The Francis Crick Institute
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spinDrop: a droplet microfluidic platform to maximise single-cell sequencing information content.

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journal contribution
posted on 2023-08-14, 11:32 authored by Joachim De Jonghe, Tomasz S Kaminski, David B Morse, Marcin Tabaka, Anna L Ellermann, Timo N Kohler, Gianluca Amadei, Charlotte E Handford, Gregory M Findlay, Magdalena Zernicka-Goetz, Sarah A Teichmann, Florian Hollfelder
Droplet microfluidic methods have massively increased the throughput of single-cell sequencing campaigns. The benefit of scale-up is, however, accompanied by increased background noise when processing challenging samples and the overall RNA capture efficiency is lower. These drawbacks stem from the lack of strategies to enrich for high-quality material or specific cell types at the moment of cell encapsulation and the absence of implementable multi-step enzymatic processes that increase capture. Here we alleviate both bottlenecks using fluorescence-activated droplet sorting to enrich for droplets that contain single viable cells, intact nuclei, fixed cells or target cell types and use reagent addition to droplets by picoinjection to perform multi-step lysis and reverse transcription. Our methodology increases gene detection rates fivefold, while reducing background noise by up to half. We harness these properties to deliver a high-quality molecular atlas of mouse brain development, despite starting with highly damaged input material, and provide an atlas of nascent RNA transcription during mouse organogenesis. Our method is broadly applicable to other droplet-based workflows to deliver sensitive and accurate single-cell profiling at a reduced cost.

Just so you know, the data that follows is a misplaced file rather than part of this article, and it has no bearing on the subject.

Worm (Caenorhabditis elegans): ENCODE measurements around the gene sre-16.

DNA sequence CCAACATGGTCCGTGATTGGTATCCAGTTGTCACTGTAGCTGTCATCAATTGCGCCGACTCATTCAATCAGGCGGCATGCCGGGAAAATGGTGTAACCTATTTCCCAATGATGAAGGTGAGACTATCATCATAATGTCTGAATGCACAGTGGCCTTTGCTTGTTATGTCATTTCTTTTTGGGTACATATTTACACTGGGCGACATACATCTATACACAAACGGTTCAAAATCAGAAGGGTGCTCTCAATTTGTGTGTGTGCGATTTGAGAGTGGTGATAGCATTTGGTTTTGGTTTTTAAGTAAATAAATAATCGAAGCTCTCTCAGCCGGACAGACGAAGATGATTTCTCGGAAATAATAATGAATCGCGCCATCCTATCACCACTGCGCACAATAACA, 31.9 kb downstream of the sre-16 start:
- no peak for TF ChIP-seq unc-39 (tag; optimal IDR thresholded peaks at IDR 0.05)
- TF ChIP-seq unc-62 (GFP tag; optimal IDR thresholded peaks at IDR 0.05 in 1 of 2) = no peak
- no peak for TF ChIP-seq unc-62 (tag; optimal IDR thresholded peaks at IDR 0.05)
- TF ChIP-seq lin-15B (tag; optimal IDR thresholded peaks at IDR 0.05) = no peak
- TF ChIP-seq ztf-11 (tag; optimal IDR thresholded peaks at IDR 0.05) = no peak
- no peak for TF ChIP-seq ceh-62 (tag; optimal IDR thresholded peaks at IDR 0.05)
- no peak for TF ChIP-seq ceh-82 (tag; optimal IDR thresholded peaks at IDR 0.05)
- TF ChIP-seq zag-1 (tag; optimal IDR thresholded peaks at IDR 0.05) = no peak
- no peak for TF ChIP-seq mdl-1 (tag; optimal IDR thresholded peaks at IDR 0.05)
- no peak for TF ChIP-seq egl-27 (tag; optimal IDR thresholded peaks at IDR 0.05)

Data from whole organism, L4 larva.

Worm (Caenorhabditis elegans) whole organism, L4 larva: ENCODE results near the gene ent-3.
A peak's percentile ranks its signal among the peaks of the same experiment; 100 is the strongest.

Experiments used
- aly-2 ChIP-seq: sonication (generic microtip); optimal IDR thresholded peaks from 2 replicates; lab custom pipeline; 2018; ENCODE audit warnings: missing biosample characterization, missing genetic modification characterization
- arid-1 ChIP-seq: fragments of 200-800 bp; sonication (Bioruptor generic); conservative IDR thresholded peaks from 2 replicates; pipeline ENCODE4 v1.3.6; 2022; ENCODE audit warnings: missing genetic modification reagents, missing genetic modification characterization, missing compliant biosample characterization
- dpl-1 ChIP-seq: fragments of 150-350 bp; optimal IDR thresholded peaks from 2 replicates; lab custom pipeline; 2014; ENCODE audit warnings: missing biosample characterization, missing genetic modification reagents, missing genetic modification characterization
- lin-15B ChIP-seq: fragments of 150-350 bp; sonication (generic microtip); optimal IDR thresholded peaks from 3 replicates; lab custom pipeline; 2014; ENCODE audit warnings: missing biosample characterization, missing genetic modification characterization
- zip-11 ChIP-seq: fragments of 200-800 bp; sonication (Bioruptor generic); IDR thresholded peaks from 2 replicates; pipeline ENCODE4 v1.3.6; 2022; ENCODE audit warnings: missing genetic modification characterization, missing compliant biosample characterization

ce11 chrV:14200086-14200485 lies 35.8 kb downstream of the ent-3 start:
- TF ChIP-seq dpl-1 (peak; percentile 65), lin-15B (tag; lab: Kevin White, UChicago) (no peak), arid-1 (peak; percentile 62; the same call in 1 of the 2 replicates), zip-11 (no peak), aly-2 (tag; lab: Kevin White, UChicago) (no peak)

Crick (Grant ID: CC2190, Grant title: Findlay CC2190)